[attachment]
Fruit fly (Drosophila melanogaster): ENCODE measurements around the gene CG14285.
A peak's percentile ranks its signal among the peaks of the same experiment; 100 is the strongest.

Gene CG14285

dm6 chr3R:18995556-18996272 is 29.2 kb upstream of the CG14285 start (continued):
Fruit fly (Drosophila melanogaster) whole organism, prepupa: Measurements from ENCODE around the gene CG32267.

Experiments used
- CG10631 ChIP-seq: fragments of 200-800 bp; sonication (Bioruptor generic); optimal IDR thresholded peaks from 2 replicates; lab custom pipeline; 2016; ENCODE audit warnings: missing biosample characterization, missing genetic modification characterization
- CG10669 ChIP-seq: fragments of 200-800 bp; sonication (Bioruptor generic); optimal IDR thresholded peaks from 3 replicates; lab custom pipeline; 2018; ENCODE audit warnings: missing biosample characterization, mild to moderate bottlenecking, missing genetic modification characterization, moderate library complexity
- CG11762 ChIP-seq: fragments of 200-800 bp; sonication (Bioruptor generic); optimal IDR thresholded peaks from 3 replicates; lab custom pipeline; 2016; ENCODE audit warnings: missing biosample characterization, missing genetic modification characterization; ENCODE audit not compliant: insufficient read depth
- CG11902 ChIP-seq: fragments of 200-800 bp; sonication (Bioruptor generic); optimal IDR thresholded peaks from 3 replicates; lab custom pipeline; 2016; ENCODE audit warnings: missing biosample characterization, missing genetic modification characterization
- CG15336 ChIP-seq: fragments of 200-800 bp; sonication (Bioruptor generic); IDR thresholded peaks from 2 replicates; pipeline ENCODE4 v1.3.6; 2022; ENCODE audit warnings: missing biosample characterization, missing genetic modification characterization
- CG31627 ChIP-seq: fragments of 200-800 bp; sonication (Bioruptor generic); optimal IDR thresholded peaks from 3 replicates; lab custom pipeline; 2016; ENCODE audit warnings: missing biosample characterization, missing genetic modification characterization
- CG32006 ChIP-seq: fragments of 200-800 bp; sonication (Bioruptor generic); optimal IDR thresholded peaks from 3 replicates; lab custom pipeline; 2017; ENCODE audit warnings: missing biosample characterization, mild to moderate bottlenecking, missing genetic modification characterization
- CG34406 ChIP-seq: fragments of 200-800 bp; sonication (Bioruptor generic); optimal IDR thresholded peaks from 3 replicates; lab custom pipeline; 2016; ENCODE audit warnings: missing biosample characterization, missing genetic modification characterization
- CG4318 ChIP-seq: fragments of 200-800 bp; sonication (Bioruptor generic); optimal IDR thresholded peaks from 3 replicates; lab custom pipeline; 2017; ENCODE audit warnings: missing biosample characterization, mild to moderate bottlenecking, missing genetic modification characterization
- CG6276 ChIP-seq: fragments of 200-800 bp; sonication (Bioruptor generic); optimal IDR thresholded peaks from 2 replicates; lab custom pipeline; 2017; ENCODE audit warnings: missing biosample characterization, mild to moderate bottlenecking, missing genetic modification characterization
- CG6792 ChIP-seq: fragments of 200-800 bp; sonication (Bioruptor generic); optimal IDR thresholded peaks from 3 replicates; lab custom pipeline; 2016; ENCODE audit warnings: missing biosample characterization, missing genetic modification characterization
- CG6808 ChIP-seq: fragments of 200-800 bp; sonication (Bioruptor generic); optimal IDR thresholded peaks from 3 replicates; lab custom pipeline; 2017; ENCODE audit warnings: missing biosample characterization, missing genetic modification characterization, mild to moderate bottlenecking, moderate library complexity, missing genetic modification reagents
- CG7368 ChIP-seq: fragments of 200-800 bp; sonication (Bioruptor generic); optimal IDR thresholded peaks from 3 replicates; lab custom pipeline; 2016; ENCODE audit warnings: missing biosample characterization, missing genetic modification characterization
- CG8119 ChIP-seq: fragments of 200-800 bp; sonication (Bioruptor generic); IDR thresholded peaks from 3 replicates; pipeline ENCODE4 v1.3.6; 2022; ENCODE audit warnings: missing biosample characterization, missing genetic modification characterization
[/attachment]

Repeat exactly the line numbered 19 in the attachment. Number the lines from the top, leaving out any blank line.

- CG7368 ChIP-seq: fragments of 200-800 bp; sonication (Bioruptor generic); optimal IDR thresholded peaks from 3 replicates; lab custom pipeline; 2016; ENCODE audit warnings: missing biosample characterization, missing genetic modification characterization